A Close Encounter with my Namesake, by Bear Michelson

Me, looking fierce.

Me, looking fierce.

Kenai Peninsula, Alaska – July 1995

Yep, that’s right. My childhood nickname was Bear. Mostly because my father thought it was funny to name his little girl after a ferocious animal. So I grew up making growling noises, trying to look fierce half the time, which is a tough to do when you have with buck teeth and pigtails.

I did get pretty close to a bear once though. I was in my mid-20s and we were hiking overnight into the Alaskan wilderness. We headed high up into the mountains to a lake to go fly fishing for graylings. (I had wanted to get dropped off by a helicopter for a week in Denali, but my camping companion wasn’t convinced I could survive by myself in wild if something happened to him. He did have a point.) That summer in Alaska, it was a cold and rainy, with a lot of bear activity. In fact, multiple campers had reported sightings and false charges just a day earlier. A false charge is when a bear runs right at you and at the last second veers off to the side (but not before you poop your pants, I imagine.) 

A false charge is real enough.

A false charge is real enough.

I was fully aware of the bear problem and had taken the necessary precautions.

First, I was wearing a 12” can of bear mace around my neck the entire 3 weeks of our camping trip. Now, bear mace only works within a 10 foot radius, which is unfortunate. I’m not sure exactly how wide a reach a bear has, but I bet 10 feet is within spitting distance of getting swiped.

Second, I was wearing bear bells tied to my pack. The constant jingling is 1) irritating, and 2) supposed to let the bear know you’re coming.  You never want to surprise a bear. You also never want to come between a mama bear and her cub. These are good rules to follow. You can tell if a bear is dangerous just by looking at him. In Alaska, bears are tracked by a tag system.  One human attack gets the bear a yellow tag in his ear and relocated out of the area. Another human attack and the bear gets a second yellow tag. Basically, you see a bear with 2 yellow tags and you’re toast.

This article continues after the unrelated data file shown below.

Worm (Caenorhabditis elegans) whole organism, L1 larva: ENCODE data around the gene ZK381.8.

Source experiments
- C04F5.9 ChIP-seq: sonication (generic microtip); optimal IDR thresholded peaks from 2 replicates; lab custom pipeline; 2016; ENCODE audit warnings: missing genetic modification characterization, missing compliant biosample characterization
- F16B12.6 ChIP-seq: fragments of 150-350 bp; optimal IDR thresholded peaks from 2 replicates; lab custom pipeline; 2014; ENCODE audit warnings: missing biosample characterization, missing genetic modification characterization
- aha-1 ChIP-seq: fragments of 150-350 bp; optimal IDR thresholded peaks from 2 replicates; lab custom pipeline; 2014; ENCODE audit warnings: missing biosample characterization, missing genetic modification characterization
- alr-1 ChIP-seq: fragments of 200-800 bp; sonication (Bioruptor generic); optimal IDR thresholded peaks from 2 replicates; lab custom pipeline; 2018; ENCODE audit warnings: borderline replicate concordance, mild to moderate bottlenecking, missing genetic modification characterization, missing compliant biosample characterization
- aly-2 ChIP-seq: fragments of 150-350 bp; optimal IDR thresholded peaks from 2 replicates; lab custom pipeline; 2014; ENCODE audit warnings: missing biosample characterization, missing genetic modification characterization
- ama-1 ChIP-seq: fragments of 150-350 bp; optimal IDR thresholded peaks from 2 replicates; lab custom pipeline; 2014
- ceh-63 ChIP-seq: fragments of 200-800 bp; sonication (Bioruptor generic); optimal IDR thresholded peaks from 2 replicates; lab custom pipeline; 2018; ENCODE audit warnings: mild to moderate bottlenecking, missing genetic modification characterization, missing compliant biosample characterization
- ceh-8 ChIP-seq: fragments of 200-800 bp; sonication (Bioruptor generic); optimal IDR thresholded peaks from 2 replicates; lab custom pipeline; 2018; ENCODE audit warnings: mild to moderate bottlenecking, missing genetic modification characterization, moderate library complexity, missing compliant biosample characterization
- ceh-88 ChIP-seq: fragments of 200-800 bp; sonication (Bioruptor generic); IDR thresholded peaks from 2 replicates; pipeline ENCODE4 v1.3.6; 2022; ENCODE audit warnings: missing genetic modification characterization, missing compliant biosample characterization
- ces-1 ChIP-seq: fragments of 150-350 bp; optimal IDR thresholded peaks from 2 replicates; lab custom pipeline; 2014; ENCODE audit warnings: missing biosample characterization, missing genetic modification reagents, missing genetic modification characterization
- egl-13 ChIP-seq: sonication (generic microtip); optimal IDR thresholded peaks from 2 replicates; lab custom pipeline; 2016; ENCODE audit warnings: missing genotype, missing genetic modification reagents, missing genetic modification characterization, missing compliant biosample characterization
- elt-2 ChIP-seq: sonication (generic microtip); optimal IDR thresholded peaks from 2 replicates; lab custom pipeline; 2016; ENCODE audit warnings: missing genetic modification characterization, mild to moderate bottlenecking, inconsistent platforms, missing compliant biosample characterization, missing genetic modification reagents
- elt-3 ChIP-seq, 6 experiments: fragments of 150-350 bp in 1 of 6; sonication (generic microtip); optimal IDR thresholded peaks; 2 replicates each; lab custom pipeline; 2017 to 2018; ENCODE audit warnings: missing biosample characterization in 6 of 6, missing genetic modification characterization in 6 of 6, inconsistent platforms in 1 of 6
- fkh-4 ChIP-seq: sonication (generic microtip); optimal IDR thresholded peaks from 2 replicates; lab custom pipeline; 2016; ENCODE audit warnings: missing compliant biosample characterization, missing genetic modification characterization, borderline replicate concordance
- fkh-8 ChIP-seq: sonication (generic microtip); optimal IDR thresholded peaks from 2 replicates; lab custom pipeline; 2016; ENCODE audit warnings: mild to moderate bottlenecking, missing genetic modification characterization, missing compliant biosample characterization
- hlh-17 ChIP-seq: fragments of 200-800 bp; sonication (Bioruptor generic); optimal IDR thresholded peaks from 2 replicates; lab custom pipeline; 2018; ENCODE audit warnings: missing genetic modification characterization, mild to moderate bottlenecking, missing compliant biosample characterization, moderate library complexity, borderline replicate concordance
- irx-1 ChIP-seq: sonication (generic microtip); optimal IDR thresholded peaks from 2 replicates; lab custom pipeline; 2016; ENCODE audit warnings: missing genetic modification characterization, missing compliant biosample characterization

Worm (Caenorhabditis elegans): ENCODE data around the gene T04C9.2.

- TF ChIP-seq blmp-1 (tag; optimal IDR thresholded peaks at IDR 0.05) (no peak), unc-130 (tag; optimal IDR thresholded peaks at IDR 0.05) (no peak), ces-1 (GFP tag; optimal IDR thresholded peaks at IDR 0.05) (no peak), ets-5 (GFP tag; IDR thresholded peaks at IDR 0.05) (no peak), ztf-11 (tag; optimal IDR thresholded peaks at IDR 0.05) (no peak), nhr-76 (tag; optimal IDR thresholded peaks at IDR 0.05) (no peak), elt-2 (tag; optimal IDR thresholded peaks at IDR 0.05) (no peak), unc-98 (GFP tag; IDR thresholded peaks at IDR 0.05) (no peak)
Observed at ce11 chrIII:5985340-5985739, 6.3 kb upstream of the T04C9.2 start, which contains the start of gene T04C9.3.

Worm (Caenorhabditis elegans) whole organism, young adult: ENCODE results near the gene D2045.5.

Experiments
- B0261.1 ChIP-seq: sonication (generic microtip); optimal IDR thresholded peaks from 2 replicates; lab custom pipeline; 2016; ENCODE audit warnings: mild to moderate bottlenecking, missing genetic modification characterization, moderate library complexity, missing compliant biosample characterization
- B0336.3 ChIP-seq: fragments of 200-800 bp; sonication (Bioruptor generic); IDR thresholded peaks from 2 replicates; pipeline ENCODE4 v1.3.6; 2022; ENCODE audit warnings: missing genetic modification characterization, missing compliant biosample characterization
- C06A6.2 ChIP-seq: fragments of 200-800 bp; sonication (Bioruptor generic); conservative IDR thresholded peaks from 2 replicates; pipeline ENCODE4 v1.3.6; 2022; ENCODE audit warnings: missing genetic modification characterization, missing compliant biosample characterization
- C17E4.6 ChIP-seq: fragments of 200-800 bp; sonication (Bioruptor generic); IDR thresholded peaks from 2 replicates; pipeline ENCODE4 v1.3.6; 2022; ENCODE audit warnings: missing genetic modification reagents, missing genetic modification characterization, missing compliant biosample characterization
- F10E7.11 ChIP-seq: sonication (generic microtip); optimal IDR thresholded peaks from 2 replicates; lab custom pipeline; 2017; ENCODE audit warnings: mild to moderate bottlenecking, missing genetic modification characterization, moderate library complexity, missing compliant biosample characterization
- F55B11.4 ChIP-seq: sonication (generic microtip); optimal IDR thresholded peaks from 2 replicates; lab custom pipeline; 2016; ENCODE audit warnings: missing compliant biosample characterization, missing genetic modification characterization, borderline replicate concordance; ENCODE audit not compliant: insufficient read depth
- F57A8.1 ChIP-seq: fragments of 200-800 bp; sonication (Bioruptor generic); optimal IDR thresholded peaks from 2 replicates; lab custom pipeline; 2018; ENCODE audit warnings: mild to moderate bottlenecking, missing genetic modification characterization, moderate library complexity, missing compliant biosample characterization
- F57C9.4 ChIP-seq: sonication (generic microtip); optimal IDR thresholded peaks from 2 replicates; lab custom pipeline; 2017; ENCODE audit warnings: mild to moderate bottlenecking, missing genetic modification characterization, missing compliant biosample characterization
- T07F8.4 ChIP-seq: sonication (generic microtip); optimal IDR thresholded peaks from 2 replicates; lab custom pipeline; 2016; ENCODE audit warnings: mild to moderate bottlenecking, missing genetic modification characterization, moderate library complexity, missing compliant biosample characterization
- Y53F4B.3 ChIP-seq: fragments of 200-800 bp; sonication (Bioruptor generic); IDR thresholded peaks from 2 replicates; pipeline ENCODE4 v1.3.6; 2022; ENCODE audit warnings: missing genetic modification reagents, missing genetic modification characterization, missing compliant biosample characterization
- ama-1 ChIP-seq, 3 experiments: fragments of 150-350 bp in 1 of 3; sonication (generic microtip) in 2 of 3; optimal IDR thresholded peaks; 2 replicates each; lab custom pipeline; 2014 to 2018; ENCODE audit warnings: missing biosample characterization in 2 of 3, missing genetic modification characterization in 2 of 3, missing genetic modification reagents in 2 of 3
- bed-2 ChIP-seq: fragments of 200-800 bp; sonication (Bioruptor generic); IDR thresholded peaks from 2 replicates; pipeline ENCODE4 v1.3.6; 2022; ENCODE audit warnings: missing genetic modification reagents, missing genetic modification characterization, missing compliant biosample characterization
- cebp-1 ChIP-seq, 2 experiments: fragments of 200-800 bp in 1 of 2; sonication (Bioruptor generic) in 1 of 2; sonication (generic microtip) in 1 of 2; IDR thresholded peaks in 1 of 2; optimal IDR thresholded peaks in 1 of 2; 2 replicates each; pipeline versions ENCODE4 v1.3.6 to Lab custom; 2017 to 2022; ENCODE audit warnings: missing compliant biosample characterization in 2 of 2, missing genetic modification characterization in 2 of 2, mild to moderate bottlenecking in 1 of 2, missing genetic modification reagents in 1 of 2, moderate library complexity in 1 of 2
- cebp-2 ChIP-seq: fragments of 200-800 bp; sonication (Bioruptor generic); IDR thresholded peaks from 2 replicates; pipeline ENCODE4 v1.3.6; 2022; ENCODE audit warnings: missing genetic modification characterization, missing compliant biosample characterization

I was nervous my red rain suit might make me look like a giant berry. (Note the bear mace around my neck.)

I was nervous my red rain suit might make me look like a giant berry. (Note the bear mace around my neck.)

So the entire camping trip I was on alert for bears and taking no chances. I was determined to let the bears know we were in the area, singing constantly and telling stories about the nymphs who lived in the woods.

That is, until I had a reason to shut up.

Coming down the trail after a night in the tent, I spotted some tracks in the mud. And then I spotted something else….a big steamy pile of bear shit.

Gulp. A very large animal indeed had made that mess. More importantly, it was steaming, which meant it was fresh and the bear was close by. So while I didn’t actually see the bear, I did see proof of his existence.

And you know what? That was close enough for me. ‘Cause while I might have practiced my fair share of growling growing up, I am no more ferocious than when I was four.

This entry was posted on Sunday, October 25th, 2009 and is filed under Erin Then.

Join Our Mailing List

Thanks for checking out my global living and giving adventures!

Sign up for my Weekly Update to get a free Charitable Giving Guide and more surprises straight to your inbox. Join the fun!